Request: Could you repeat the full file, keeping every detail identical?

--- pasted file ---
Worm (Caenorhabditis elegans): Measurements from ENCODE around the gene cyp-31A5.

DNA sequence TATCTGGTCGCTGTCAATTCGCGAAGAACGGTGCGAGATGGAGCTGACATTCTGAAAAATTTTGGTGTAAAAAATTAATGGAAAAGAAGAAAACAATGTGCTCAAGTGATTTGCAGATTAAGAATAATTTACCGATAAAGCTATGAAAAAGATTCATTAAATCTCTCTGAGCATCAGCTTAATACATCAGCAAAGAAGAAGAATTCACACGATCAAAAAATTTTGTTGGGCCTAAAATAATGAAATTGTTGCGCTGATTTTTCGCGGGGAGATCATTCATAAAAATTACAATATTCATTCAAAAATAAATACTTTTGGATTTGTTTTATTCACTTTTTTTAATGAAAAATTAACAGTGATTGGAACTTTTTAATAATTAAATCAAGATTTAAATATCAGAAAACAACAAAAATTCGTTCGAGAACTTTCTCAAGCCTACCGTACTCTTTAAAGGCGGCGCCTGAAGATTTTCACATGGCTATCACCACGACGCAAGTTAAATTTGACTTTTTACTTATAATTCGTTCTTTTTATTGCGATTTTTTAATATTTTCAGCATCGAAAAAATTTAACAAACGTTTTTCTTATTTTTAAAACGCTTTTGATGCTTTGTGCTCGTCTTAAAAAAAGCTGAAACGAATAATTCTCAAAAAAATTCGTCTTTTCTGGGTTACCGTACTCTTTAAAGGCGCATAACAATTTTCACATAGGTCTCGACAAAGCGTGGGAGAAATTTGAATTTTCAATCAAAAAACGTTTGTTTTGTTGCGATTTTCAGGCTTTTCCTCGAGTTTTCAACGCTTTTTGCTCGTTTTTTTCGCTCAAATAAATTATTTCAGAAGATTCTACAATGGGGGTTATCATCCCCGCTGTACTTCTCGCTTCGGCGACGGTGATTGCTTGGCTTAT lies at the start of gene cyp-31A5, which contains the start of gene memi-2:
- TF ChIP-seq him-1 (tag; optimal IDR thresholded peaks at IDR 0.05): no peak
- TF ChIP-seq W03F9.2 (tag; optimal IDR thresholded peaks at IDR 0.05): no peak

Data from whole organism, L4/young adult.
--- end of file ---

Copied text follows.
Worm (Caenorhabditis elegans): Measurements from ENCODE around the gene cyp-31A5.

DNA sequence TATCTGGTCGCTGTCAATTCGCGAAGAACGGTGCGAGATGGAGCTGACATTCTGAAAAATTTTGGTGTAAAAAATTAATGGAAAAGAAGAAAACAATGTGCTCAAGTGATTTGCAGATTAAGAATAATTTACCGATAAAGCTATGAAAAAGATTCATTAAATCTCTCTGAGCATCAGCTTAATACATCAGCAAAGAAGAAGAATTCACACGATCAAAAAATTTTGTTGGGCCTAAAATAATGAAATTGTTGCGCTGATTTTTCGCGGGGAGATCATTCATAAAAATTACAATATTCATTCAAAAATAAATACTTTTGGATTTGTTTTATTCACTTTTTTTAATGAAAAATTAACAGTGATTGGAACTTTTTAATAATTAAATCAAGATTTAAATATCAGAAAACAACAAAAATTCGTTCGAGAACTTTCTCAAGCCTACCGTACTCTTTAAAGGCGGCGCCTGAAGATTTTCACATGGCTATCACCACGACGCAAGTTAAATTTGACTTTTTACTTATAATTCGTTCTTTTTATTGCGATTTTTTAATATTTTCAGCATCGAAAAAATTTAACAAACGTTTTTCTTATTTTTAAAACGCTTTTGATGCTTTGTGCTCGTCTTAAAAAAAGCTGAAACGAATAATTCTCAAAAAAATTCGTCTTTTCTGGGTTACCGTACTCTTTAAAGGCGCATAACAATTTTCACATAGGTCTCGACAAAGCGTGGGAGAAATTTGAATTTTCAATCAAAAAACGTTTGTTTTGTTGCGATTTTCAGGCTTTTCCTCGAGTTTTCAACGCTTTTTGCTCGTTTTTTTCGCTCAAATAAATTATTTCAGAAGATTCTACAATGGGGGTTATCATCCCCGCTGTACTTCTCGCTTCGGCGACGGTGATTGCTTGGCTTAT lies at the start of gene cyp-31A5, which contains the start of gene memi-2:
- TF ChIP-seq him-1 (tag; optimal IDR thresholded peaks at IDR 0.05): no peak
- TF ChIP-seq W03F9.2 (tag; optimal IDR thresholded peaks at IDR 0.05): no peak

Data from whole organism, L4/young adult.